* CEO says security of supply under threat
* Germany should follow Britain, France in plant support scheme
* H1 operating profit 2.27 bln eur vs 2.29 bln in Reuters poll
* H1 recurrent net income 749 mln eur vs 786 mln in Reuters poll
* Keeps 2014 outlook (Adds CEO comments, background, share price)
By Christoph Steitz
FRANKFURT, Aug 14 Germany's RWE reported a 40-percent plunge in first-half profits, blaming loss-making power plants and warning that power supplies were under threat unless an ongoing crisis in Europe's energy sector was fixed.
Germany's power sector has been in turmoil, hit by a prolonged period of weak energy demand, low wholesale power prices and a surge in renewable energy sources which continue to replace gas-fired and coal-fired power plants.
The country's decision to abandon nuclear power by 2022 has put more pressure on utilities, as they will have to switch off profitable nuclear plants while spending billions on renewables.
At the same time, some of their mostly-idle plants will be needed to provide round-the-clock power supply, or "baseload" steady power in situations when intermittent solar and wind power sources cannot produce electricity.
"More secured power station capacity will be taken offline than is added through capital investment. This does not bode well for security of supply," Chief Executive Peter Terium said on Thursday.
Earlier this week, RWE, Germany's largest power producer, said it was considering mothballing a further 1,000 megawatts (MW) of power plants that are unable to recuperate their costs as they only run a fraction of the time needed to be profitable.
Over the past six year, shares in RWE have lost nearly two thirds of their value, massively underperforming Germany's benchmark DAX index, which has gained more than 46 percent over the same period.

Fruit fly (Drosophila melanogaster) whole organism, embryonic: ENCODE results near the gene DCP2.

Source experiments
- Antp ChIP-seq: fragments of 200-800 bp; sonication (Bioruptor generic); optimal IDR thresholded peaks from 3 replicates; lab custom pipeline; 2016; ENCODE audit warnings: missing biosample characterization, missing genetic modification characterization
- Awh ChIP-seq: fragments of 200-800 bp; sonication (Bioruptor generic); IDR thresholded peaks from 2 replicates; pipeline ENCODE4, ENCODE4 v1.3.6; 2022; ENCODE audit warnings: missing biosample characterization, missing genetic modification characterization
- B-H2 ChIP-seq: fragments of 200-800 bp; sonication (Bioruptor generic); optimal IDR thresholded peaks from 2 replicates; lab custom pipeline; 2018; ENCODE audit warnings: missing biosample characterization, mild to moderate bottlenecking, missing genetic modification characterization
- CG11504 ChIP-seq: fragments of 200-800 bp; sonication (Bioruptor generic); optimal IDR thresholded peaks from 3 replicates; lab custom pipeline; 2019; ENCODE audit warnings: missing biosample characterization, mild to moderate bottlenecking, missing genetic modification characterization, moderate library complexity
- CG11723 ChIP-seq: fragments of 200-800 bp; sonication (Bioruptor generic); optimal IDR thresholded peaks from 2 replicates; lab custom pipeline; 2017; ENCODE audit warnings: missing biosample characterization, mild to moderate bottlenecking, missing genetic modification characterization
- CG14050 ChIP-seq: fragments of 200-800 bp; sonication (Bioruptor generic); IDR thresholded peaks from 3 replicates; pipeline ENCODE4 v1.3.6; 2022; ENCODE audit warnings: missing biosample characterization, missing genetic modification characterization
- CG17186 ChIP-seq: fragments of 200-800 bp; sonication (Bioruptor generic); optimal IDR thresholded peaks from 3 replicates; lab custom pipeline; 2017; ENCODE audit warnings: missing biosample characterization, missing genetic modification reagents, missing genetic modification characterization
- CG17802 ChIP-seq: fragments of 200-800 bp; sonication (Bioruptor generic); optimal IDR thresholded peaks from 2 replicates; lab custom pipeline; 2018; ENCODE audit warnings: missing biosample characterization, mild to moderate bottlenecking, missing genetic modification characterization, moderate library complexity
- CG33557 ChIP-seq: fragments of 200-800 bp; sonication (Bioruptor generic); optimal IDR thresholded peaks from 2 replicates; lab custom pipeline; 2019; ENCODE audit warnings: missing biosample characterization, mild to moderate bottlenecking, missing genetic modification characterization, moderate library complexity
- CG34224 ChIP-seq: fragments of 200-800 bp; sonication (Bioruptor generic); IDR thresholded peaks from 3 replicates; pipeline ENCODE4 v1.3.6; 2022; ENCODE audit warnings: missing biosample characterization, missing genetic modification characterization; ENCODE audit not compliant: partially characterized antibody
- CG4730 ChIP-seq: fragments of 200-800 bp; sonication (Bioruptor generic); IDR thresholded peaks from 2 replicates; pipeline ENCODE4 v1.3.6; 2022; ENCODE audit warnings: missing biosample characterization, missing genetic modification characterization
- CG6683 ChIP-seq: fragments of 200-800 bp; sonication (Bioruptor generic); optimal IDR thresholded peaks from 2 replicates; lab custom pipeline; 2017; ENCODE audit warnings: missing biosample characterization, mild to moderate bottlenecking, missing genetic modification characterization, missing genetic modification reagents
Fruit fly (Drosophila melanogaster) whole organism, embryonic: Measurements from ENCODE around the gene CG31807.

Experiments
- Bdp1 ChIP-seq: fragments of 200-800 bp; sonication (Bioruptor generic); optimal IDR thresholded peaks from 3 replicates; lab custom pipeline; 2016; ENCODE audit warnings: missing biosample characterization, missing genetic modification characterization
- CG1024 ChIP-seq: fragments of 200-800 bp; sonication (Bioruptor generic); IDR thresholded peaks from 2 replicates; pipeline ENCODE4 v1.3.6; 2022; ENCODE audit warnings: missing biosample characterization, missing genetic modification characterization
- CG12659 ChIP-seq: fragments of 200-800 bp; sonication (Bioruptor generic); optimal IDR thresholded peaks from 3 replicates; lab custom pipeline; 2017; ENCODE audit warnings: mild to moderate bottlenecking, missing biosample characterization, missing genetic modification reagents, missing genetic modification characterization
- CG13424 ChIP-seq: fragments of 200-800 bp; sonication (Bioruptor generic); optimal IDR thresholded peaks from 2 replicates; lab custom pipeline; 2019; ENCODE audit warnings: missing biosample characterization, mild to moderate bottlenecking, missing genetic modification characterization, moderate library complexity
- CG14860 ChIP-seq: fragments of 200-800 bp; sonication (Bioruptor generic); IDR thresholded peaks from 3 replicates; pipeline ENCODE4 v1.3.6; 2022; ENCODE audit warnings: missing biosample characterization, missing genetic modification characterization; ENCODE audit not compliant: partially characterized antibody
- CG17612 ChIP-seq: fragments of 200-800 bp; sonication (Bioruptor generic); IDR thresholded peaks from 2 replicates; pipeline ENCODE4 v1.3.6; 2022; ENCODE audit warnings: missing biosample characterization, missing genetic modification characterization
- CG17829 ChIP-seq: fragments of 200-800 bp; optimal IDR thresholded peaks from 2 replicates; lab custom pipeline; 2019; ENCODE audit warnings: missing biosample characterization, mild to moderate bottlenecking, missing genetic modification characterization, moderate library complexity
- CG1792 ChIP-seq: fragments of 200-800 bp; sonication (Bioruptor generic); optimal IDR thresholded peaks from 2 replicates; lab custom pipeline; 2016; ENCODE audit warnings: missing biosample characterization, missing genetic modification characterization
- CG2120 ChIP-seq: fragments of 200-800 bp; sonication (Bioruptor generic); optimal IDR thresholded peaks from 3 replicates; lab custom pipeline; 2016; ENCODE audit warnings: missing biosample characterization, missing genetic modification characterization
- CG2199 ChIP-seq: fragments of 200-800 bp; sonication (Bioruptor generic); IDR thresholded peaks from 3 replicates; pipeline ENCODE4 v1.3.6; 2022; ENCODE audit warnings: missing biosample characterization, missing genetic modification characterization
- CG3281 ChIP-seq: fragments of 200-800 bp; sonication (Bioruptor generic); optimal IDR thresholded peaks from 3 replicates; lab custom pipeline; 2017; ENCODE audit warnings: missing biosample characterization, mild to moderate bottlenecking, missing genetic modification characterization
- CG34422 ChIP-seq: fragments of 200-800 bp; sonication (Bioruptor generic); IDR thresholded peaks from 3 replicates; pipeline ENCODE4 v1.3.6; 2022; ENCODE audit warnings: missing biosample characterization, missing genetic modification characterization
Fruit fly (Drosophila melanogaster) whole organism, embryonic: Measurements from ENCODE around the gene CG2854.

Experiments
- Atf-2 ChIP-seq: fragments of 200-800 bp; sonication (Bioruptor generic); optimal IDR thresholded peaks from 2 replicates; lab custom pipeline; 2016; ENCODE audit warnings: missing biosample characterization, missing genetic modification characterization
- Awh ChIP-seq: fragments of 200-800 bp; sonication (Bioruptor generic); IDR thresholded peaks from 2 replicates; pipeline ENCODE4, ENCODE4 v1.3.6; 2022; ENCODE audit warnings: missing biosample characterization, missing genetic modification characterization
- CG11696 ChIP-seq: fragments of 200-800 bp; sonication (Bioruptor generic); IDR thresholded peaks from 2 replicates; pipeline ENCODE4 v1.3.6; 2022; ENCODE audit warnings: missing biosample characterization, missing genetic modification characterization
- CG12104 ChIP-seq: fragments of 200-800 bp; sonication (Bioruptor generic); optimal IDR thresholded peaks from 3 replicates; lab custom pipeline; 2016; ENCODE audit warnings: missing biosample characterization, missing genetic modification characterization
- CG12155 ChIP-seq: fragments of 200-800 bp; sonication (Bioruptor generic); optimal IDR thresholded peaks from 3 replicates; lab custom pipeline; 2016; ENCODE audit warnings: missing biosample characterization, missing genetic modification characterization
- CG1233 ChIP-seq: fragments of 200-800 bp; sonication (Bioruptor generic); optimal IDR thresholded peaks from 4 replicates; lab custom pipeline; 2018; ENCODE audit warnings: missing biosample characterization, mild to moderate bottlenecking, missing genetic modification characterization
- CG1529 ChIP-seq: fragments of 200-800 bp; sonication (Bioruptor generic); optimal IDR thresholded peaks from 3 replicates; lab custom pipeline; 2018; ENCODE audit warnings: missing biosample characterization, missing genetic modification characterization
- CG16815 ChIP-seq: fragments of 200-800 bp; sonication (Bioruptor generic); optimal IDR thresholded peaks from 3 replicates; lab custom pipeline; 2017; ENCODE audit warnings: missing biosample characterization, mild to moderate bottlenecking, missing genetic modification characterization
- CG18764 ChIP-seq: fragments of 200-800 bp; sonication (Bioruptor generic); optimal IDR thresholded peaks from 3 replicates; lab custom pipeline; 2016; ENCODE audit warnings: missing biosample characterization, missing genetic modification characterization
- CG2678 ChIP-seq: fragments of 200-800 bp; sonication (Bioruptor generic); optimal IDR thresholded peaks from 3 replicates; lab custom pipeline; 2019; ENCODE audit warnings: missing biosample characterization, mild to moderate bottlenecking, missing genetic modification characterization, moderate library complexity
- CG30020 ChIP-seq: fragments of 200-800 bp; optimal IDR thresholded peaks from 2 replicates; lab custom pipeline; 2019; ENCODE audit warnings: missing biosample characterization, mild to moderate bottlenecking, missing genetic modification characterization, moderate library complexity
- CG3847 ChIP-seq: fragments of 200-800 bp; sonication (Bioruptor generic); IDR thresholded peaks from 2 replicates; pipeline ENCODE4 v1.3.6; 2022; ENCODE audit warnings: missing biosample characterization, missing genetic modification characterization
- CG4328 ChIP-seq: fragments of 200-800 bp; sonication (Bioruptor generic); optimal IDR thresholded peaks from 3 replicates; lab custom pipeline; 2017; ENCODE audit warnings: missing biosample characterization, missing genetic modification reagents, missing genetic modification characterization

The energy sector's imbalance has sparked a debate among European governments and utilities companies about creating so-called capacity mechanisms.
The idea is to reimburse energy firms for plants that no longer cover their costs, but are needed to secure supply of gas and electricity when renewable power supplies cannot.
Britain and France are pressing ahead with such plans, while talks between the German government and the country's energy groups about a solution are planned for the second half of 2014.
RWE's Terium said Germany should follow Britain and France's example.
Heino Hammann, an analyst at NordLB who has a "hold" rating on RWE shares, said the situation in Germany's electricity sector could result in supply shortages.
"When this point is reached is unclear," he said.
"On the other hand, utilities are preparing their bargaining position. In the end the question remains: who will pay? Customers or the state?" Hammann said.
Since Germany announced its switch from stable nuclear and fossil fuel supply to renewables, the risk of power shortages in parts of the country has risen because reliable back-up capacity is being forced to shut, putting greater strains on the grid.
RWE said in March that 20-30 percent of its power stations could not cover their operating costs, after posting its first annual net loss in more than six decades.
Since the start of 2013, the company has closed 12,600 MW of capacity, nearly a quarter of its European portfolio.
In the first half of its financial year, the group said operating profit fell 40 percent to 2.27 billion euros ($3 billion), slightly lower than the 2.29 billion average forecast in a Reuters poll of banks and brokerages.
Like larger French peer GDF Suez, RWE's results were also hit by a mild winter.
Recurrent net income declined by nearly two-thirds in the period to 749 million euros, also lower than the 786 million average forecast.
RWE kept its outlook for the current financial year and still expects operating profit of 3.9-4.3 billion euros and recurrent net income of 1.2-1.4 billion.
The outlook excludes contributions from RWE's oil and gas exploration and production unit DEA, which it sold to a group of investors led by Russia's Mikhail Fridman earlier this year. RWE expects the deal to close by the end of 2014.
Shares in the group fell 2.7 percent in early trade and were down 2.2 percent by 1142 GMT, while Germany's blue chip index was up 0.5 percent. ($1 = 0.7482 euro) (Editing by David Clarke)